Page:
Wheat
Disease activity has been light so far. Another sample of wheat spindle streak mosaic virus was received this week. See the article titled Viruses in Winter Wheat in WCU 19:2 for more information. The one control option for wheat spindle streak is planting resistant varieties. Seed company literature and web sites can provide that information. The University of Maryland has some ratings for disease resistance from their variety trial plots. Dr. Arv Graubaskas revised the MD list last December and it is online at: http://agdev.anr.udel.edu/weeklycropupdate/wp-content/uploads/2011/04/MDWheatDiseaseRatings2010.pdf.

 

Viruses in Winter Wheat

Friday, April 1st, 2011

Bob Mulrooney, Extension Plant Pathologist; bobmul@udel.edu

The first winter wheat sample with virus symptoms arrived last week. It was sent for confirmation and was determined to be wheat soilborne mosaic virus. Wheat on the Delmarva can be infected by four possible virus diseases. The aphid-transmitted barley yellow dwarf mosaic virus is probably the most common, depending on how high aphid populations are in the fall and early spring. Often irregular patches of stunted wheat occur in wheat fields and as the season warms up infected young leaves will become yellow, and then turn red. Wheat spindle streak mosaic causes a yellow discoloration to wheat seedlings. This yellow discoloration is often most intense in low areas of the field. Leaves of infected plants have long, yellow streaks that are slightly wider in the middle than at their ends. Symptoms are similar to wheat soilborne mosaic and plants often are infected with both diseases. Winter wheat infected by wheat soilborne mosaic develops a pale-yellow discoloration shortly after breaking dormancy in the spring. The incidence of wheat soilborne mosaic is often greater in low areas of the field where moist soil conditions favor growth of the protozoa that spread this viral disease. Leaves of infected plants often have a mosaic pattern of dark green blotches on a pale greenish-yellow background. Symptoms will normally fade when warm temperatures slow the activity of the virus within infected plants. Control of both these soilborne diseases is by planting resistant varieties.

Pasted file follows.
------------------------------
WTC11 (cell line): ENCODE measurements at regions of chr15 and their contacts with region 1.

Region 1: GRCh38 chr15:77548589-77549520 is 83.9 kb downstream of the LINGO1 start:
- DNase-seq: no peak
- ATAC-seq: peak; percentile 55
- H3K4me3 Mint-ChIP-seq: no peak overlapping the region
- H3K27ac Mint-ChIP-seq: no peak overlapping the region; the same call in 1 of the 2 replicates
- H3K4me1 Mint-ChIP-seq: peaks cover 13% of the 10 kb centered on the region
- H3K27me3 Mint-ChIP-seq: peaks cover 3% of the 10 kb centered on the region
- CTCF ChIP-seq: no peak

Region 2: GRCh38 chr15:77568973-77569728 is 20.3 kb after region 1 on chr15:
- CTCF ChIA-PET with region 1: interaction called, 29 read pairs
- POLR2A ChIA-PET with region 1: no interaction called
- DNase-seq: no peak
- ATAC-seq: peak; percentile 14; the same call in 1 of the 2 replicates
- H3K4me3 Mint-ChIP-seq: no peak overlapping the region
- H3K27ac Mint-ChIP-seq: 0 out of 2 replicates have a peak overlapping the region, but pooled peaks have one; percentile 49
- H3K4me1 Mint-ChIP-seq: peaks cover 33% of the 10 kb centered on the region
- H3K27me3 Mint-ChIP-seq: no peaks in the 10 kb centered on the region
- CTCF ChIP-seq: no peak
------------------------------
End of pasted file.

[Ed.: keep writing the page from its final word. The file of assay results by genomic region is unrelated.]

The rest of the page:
The least common virus disease of wheat that we see is wheat streak mosaic. Leaves of plants infected with wheat streak mosaic have bright yellow streaking. Symptoms are often most severe near the tip of the leaf. The virus that causes wheat streak mosaic survives in volunteer wheat and spreads by wheat curl mites. The disease is often most severe in areas of a field that are closest to these sources of the disease and mites.

Barley yellow dwarf mosaic virus

Wheat spindle streak mosaic virus

Wheat soilborne mosaic virus

Wheat streak mosaic virus
(Last three photos from Wheat Disease Identification published by NCERA-184, which will be available soon.)

It can be very difficult to positively identify these virus diseases especially early in the spring. They can look like other diseases or nutritional disorders. Testing of infected plants can help diagnose the problem to avoid repeating it in the future or eliminate other possible causes of the symptoms. Unfortunately by the time you see symptoms of these virus diseases there is no control of any of these diseases.

Agronomic Crop Insects – April 1, 2011

Friday, April 1st, 2011

Joanne Whalen, Extension IPM Specialist; jwhalen@udel.edu

Alfalfa